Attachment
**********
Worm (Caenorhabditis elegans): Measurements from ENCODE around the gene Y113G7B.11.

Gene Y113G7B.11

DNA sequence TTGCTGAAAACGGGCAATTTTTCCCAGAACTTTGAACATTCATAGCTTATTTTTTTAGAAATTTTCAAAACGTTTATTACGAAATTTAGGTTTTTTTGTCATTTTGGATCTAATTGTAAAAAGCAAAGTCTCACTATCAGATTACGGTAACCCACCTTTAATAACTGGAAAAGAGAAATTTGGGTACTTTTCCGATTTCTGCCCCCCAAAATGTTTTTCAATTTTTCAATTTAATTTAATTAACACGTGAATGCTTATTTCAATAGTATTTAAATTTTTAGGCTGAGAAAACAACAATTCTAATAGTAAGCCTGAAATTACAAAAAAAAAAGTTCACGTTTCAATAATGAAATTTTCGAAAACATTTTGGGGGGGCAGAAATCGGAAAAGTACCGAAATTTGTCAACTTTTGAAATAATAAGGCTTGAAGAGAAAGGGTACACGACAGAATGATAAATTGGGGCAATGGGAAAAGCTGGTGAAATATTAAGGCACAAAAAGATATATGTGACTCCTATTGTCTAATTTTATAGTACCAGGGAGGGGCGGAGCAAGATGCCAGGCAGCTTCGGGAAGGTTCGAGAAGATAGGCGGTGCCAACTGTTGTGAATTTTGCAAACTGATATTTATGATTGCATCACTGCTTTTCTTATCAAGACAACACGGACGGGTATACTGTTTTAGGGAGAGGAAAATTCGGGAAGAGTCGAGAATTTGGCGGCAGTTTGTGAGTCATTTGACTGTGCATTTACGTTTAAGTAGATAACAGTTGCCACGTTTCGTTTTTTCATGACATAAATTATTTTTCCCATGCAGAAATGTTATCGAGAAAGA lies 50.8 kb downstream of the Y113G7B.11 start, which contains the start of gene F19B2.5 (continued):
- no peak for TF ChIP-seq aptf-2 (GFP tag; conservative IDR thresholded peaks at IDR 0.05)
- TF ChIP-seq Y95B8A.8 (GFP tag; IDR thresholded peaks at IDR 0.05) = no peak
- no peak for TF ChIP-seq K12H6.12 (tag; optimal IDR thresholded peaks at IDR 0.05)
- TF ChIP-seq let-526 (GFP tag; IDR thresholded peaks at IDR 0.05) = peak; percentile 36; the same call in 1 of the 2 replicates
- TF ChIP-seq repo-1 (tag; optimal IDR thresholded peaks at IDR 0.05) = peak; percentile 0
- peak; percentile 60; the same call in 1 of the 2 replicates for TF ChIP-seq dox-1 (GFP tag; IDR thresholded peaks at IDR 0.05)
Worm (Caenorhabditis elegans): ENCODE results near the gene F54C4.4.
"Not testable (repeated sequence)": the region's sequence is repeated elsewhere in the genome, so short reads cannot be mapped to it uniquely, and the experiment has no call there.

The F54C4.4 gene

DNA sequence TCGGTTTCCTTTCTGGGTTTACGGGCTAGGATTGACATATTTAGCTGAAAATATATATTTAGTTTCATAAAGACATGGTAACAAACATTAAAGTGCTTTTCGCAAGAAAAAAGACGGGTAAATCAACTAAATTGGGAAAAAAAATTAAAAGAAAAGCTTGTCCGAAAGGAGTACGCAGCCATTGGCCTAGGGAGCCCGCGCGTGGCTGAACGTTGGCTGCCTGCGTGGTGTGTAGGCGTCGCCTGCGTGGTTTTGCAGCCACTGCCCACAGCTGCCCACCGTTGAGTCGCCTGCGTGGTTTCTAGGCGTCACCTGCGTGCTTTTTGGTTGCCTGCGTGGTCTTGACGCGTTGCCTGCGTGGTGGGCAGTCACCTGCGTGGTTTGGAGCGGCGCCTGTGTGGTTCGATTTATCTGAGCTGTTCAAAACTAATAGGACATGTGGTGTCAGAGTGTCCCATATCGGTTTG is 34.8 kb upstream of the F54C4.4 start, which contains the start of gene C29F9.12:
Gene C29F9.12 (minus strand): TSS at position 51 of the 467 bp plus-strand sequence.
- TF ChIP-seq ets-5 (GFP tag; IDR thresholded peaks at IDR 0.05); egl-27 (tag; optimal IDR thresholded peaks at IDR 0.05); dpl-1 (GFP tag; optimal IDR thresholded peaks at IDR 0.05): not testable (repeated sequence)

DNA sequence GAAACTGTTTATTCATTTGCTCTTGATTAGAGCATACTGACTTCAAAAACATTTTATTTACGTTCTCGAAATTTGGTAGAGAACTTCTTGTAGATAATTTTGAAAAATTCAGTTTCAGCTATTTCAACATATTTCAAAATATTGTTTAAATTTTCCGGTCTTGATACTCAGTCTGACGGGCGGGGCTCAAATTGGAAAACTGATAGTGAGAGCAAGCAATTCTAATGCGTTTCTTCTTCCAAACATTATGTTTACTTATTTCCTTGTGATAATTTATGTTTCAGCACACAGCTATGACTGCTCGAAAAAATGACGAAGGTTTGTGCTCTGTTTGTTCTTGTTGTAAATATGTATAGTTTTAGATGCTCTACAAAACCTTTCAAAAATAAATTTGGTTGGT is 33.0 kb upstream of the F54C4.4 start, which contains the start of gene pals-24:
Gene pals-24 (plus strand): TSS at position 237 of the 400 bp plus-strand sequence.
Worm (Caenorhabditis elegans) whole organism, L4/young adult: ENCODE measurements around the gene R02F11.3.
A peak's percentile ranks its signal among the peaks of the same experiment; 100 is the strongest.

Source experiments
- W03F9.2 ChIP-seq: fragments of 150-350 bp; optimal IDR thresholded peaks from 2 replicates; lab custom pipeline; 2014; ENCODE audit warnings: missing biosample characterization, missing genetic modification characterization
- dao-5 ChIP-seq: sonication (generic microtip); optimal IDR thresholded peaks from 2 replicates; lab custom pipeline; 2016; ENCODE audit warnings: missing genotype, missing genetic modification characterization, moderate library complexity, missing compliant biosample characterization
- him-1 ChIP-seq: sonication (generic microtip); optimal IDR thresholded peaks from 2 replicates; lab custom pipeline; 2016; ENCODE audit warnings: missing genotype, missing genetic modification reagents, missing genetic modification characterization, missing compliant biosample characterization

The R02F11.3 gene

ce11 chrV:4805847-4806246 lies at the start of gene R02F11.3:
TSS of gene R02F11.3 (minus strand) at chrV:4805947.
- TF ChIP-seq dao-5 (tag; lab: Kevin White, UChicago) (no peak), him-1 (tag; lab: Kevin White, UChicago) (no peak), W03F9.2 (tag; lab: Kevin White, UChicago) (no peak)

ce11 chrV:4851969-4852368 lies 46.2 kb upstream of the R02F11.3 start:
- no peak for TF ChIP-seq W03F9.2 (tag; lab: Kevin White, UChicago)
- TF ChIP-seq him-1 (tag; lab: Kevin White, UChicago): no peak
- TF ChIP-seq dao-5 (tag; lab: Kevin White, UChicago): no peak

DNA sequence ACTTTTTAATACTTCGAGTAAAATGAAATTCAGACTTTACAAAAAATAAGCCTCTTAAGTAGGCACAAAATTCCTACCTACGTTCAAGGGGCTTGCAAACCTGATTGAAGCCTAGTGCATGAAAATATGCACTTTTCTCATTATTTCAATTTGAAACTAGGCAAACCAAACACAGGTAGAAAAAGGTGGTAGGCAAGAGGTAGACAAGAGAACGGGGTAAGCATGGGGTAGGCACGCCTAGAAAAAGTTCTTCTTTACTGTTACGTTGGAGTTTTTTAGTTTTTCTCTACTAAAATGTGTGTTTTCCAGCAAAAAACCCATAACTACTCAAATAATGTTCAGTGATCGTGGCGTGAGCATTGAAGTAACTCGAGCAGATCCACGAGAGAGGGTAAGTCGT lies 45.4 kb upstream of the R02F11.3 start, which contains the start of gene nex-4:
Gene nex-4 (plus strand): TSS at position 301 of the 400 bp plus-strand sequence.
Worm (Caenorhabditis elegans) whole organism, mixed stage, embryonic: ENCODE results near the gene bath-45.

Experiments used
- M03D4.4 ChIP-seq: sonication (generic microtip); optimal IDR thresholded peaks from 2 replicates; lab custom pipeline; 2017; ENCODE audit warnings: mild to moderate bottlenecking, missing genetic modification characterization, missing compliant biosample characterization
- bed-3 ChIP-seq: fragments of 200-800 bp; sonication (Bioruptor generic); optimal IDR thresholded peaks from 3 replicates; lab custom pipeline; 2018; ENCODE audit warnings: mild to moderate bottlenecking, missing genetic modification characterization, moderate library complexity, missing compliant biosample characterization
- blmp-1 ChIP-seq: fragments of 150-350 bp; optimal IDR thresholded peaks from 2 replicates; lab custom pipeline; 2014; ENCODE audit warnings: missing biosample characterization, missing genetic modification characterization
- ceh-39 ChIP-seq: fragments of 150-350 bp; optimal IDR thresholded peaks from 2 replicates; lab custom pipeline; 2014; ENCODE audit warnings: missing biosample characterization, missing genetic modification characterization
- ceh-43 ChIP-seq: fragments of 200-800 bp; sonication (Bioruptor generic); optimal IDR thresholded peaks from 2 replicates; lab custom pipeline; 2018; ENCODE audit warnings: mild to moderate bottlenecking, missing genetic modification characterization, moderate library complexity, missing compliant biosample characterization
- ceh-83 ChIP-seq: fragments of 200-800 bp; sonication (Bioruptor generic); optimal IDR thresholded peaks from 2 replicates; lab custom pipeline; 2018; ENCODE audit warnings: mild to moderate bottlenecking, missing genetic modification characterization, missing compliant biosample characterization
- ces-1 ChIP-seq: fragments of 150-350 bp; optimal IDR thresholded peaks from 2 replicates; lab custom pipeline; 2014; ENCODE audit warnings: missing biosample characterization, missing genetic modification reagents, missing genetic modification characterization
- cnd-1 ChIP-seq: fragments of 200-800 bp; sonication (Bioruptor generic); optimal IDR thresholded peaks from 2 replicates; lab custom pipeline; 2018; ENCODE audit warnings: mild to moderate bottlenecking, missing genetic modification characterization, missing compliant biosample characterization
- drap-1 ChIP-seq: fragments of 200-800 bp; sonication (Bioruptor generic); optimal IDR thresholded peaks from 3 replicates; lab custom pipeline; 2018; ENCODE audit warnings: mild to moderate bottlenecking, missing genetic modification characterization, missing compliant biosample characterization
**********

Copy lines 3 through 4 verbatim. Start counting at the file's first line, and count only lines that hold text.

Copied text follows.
DNA sequence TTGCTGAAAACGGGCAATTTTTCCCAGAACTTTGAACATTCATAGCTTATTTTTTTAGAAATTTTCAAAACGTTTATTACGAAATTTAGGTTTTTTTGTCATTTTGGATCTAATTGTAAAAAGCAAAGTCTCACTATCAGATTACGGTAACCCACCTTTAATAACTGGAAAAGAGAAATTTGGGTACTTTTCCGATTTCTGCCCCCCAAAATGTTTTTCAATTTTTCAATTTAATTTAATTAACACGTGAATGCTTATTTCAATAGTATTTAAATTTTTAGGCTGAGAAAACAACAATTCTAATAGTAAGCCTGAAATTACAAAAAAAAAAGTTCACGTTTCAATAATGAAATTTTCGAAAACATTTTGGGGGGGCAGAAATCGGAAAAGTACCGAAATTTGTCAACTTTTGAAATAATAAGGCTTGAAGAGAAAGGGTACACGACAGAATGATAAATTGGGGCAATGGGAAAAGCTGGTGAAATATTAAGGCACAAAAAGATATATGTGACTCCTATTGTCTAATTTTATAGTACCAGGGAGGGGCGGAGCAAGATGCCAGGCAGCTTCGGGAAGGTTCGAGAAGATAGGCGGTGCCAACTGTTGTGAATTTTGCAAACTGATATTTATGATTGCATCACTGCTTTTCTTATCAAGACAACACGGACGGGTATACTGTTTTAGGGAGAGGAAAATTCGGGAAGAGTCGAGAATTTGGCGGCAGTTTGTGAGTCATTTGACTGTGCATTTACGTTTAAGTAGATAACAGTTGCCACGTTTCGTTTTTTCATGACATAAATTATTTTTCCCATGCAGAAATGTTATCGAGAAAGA lies 50.8 kb downstream of the Y113G7B.11 start, which contains the start of gene F19B2.5 (continued):
- no peak for TF ChIP-seq aptf-2 (GFP tag; conservative IDR thresholded peaks at IDR 0.05)